Sampling Frequency (Fs)
Defines the rate in Hertz which is used to digitise an audio signal during the sampling process.

SAOL (Structured Audio Orchestra Language)
SAOL is a powerful, flexible language for describing music synthesis, and integrating synthetic sound with "natural" (recorded) sound in an MPEG-4 bitstream. It is designed for very low bitrate files.

Scalability is the ability of a decoder to decode an ordered set of bitstreams to produce a reconstructed sequence. Moreover, useful signal is output when subsets are decoded. The minimum subset that can thus be decoded is the first bitstream in the set which is called the base layer. Each of the other bitstreams in the set is called an enhancement layer. When addressing a specific enhancement layer, lower layer refer to the bitstream which precedes the enhancement layer.

Factor by which a set of values is scaled before quantization.

Scalefactor band
A set of spectral coefficients which are scaled by one scalefactor.

Scalefactor index
A numerical code for a scalefactor.

Side information
Information in the bitstream necessary for controlling the decoder.

SNR scalability
A type of scalability where the enhancement layer(s) contain only coded refinement data for the DCT coefficients of the base layer.

Spectral coefficients
Discrete frequency domain data output from the analysis filterbank.

Spreading function
A function that describes the frequency spread of masking effects.

Standard bodies
Any country have national standard body where experts from industry and universities develop standards for all kinds of engineering problems. Among them are, for instance,
ANSI American National Standards Institute USA
DIN Deutsches Institut fuer Normung Germany
BSI British Standards Institution United Kingdom
AFNOR Association francaise de normalisation France
UNI Ente Nazionale Italiano di Unificazione Italy
NNI Nederlands Normalisatie-instituut Netherlands
SAA Standards Australia Australia
SANZ Standards Association of New Zealand New Zealand
NSF Norges Standardiseringsforbund Norway
DS Dansk Standard Denmark
and about 80 others.
    The International Organization for Standardization, ISO, in Geneva is the head organization of all these national standardization bodies. Together with the International Electrotechnical Commission, IEC, ISO concentrates its efforts on harmonizing national standards all over the world. The results of these activities are published as ISO standards. Among them are, for instance, the metric system of units, international stationery sizes, all kinds of bolt nuts, rules for technical drawings, electrical connectors, security regulations, computer protocols, file formats, bicycle components, ID cards, programming languages, International Standard Book Numbers (ISBN).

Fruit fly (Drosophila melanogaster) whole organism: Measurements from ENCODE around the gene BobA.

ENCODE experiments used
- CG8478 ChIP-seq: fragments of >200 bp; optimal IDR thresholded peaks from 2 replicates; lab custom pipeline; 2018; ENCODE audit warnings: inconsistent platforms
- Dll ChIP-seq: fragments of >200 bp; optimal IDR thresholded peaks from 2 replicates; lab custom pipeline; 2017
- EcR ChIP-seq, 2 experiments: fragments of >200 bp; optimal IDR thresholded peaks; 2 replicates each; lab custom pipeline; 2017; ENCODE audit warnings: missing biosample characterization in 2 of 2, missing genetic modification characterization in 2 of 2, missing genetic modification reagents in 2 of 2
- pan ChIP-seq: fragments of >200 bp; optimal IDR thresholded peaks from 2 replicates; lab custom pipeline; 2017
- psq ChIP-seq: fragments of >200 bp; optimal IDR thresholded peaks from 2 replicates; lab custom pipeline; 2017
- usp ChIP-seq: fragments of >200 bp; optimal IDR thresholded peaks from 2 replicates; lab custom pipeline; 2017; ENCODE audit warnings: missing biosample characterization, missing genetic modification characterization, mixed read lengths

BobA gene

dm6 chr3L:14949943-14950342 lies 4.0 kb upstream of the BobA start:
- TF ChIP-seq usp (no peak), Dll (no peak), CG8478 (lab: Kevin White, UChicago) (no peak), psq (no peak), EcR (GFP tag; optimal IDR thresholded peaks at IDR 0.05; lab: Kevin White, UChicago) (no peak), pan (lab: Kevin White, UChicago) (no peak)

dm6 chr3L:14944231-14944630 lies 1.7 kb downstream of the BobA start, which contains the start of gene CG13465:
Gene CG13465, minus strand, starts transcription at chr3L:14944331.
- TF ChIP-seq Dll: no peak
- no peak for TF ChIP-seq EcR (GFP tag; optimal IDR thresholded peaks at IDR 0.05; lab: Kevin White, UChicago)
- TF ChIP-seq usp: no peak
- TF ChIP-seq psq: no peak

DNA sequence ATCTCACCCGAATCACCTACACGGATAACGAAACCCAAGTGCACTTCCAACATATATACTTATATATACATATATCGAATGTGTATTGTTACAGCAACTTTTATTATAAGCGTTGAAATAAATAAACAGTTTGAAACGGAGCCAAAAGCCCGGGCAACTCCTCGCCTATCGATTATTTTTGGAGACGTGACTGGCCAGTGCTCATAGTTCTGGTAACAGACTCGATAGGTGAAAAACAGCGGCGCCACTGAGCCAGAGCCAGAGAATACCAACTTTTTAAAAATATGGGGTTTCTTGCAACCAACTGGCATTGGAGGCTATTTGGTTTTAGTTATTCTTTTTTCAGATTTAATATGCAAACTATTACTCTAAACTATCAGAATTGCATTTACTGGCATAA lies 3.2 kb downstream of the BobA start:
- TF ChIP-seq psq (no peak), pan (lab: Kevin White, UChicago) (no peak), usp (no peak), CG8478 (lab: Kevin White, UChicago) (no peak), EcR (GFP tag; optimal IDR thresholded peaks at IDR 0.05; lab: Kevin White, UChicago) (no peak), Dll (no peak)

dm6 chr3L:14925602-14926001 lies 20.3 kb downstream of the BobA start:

Over 10,000 ISO standards have been published so far and you surely get in contact with a lot of things each day that conform to ISO standards you never heard of. By the way, ISO is not an acronym for the organization in any language. It's a wordplay based on the English/French initials and the Greek-derived prefix iso- meaning same.
    Within ISO, ISO/IEC Joint Technical Committee 1 (JTC1) deals with information technology.
    The International Telecommunication Union, ITU, is the United Nations specialized agency dealing with telecommunications. At present there are 164 member countries. One of its bodies is the International Telegraph and Telephone Consultative Committee, CCITT. A Plenary Assembly of the CCITT, which takes place every few years, draws up a list of 'Questions' about possible improvements in international electronic communication. In Study Groups, experts from different countries develop 'Recommendations' which are published after they have been adopted. Especially relevant to computing are the V series of recommendations on modems (e.g. V.32, V.42), the X series on data networks and OSI (e.g. X.25, X.400), the I and Q series that define ISDN, the Z series that defines specification and programming languages (SDL, CHILL), the T series on text communication (teletext, fax, videotext, ODA) and the H series on digital sound and video encoding.
    Since 1961, the European Computer Manufacturers Association, ECMA, has been a forum for data processing experts where agreements have been prepared and submitted for standardization to ISO, CCITT and other standards organizations.

A portion of a stereophonic audio signal which does not contribute to spatial perception.

An ordered series of bits that forms the coded representation of the data.

Streaming audio
Streaming refers to the playback of audio in real-time as it is transferred across the Internet. The advantage of this approach is that the user does not have wait for the entire music file to be downloaded before hearing it. The tradeoff is that the music must be highly compressed in order to support the access rates that most users have, typically 28.8 to 56 Kbps. This gives internet users instant gratification but relatively poor playback quality. In addition streaming audio players do not capture the content, so each time the clip is played it is transferred again.

Stuffing (bits/bytes)
Code-words that may be inserted at particular locations in the coded bitstream that are discarded in the decoding process. Their purpose is to increase the bitrate of the stream which would otherwise be lower than the desired bitrate.

Surround channel
An audio presentation channel added to the front channels (L and R or L, R, and C) to enhance the spatial perception.

Synthesis filterbank
Filterbank in the decoder that reconstructs a PCM audio signal from subband samples.

© 1999-2000 Gabriel Bouvigne for MP3'Tech - www.mp3tech.org